The Matri-X

Post-Revolutions: Neo and Smith's fight tore a hole in reality. They end up in the X-Men universe.


"They look just like them!"

"Bobby, people don't just fall out of movies."

"Why not? Weirder things have happened."

I groaned. "Yes . . . weirder things have . . . definitely happened."

The boy jumped back. "Smith!"

I opened one eye. "H-how do you know my name?"

He shuttered. "T-this isn't your world, sir."

I sighed. "I didn't think it was, by what you have been saying."

"Yes." He gave me a shaky smile. "In this world, your world is fantasy. A movie series, the Matrix trilogy."

Anderson laughed. The boy spun. "What?"

"Bobby Drake," Anderson said. "Iceman. You're a comic book."

"Why am I not surprised?" the boy–Bobby–mused.

A woman, the one who hadn't believed, held out a hand.

"I do not need your help, coppertop," I muttered.

She glared at me, and the wind rose sharply.

"At least try to be polite, Smith," Anderson sighed. "This isn't our world, remember?"

"I have a perfect memory, Mr. Anderson," I spat, standing up.

He laughed. "Our fight is long since over, Smith. You know as well as I do that we need each other, anyway. It's pointless."

"It is my purpose."

He shook his head. "Than find a new one. I'm sure you can."

I looked around. "Well, at least this place has trees. Trees and sun and clouds . . . a real world that I can stand. The Matrix was a fake, and our real world was ugly as sin." I frowned. "But all these people . . . I can still smell it."

"We can help you," said Bobby. "Both of you. The professor says that both of you are mutants, so–"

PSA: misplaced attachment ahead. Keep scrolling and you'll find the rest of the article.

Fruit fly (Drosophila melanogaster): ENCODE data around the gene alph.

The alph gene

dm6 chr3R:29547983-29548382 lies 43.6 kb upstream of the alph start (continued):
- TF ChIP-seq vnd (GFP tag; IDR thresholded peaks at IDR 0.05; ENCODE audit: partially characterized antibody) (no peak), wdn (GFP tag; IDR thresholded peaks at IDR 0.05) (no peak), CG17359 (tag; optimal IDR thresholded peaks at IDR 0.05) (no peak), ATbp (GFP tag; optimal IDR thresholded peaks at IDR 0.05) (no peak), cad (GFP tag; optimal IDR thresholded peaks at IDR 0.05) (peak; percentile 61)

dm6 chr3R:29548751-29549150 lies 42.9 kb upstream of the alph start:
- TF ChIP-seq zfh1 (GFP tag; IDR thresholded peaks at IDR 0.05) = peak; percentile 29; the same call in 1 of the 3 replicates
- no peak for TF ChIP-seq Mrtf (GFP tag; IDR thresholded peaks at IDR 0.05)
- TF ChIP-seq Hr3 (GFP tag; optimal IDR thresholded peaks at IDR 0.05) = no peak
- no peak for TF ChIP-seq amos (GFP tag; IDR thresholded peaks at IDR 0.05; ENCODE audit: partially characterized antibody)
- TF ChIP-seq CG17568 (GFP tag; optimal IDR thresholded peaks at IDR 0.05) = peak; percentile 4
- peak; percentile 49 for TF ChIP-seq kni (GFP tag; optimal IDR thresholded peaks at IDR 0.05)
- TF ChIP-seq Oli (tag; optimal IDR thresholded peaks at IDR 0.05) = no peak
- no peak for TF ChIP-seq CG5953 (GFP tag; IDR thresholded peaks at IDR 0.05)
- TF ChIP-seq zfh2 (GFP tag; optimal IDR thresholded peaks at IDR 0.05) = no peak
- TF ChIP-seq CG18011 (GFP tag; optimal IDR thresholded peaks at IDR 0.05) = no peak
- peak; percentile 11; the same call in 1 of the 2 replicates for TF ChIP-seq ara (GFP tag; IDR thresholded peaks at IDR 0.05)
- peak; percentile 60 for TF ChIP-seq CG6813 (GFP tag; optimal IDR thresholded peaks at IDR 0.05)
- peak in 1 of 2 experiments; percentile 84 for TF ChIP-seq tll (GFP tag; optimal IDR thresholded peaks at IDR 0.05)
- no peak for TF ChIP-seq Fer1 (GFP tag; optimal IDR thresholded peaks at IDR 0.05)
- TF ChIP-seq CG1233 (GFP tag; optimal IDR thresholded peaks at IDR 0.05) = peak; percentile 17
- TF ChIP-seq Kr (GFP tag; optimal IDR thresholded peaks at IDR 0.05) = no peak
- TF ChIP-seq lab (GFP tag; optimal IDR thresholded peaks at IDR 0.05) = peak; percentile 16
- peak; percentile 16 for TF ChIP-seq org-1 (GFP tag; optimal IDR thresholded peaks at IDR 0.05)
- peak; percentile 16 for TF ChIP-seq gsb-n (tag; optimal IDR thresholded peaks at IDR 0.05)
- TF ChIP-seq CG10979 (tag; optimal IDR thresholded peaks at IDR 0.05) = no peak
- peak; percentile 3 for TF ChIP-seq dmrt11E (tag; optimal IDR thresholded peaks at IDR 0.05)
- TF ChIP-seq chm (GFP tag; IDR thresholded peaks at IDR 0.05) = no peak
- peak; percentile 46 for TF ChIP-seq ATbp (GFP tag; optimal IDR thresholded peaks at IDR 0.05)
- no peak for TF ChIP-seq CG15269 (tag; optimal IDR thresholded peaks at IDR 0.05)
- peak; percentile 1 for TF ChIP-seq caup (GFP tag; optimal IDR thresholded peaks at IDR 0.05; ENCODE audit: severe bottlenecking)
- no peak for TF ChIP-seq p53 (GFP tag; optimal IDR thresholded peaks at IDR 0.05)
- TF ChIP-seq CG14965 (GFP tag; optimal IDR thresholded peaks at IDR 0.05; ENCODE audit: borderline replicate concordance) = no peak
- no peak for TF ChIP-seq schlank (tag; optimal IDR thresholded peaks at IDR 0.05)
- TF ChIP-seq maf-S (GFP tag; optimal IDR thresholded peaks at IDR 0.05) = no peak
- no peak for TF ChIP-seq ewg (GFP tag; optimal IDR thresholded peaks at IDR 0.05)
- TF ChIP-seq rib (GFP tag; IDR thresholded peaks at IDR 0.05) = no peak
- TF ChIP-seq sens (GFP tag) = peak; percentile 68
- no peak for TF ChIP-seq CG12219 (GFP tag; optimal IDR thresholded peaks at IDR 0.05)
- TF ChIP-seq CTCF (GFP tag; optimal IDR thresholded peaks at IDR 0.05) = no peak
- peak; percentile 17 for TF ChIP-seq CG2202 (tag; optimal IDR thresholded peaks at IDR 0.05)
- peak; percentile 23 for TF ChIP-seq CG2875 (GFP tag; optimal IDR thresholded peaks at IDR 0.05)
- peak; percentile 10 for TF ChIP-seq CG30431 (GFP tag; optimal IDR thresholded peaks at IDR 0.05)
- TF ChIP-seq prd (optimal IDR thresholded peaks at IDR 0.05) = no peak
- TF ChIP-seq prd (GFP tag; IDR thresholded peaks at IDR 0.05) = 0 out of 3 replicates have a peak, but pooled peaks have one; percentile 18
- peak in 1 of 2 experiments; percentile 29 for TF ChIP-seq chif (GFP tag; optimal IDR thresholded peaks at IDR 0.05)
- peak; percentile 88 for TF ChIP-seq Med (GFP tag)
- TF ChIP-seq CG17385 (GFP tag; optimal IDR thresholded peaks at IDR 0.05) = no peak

Anderson froze. "You mean . . . of course! In our own world, we had powers in the Matrix. In this world, we adjusted to the conditions . . ." He looked at me. "Smith . . ."

I grinned. "Me, me, me . . . and me, too. Just like old times . . ."

"Not so old," Anderson replied nervously.

"But don't worry," I said. "I'm not going to touch you. It seems that I need you, after all."

Just then, another group of people appeared.

"So, these are the ones that Charles was looking for?" said a man. He looked like he was part bear.

"Go away, Sabertooth," said Bobby's friend. "Unless you want to get hit by lightning?"

"Quiet, Storm," he replied. "These two are ours."

"We are our own," I said with a cruel smile. "Don't you touch us."

"And how will you stop us, little man?" he sneered.

"You are not the only one with powers," I replied.

He tried to claw me. I blocked him and hit him in the chest. My hand went through his skin and began to change him.

He howled and pulled away. "What was that?"

"That?" I laughed. "That was what I do. But I daresay I have yet to introduce myself! I'm Virus." And I kicked him.

A woman ran to help him, moving at super speed. Anderson blocked her.

"Yourpowerisspeed?" she asked.

"Icanfly,too," he replied with a thin smile. He grabbed her arm and jumped. "Canyou?"

Then our reenforcements came.

"These two seem like pretty good fighters already," a stocky man said, looking up at Anderson.

"Yes," said Bobby, "but they aren't a team in the least. In fact, they hate each other."

"They protected each other, though."

Bobby laughed. "They have to; if one dies, so does the other. And they're too evenly matched, in any case: their last fight essentially took out a chunk of space-time and pulled them here."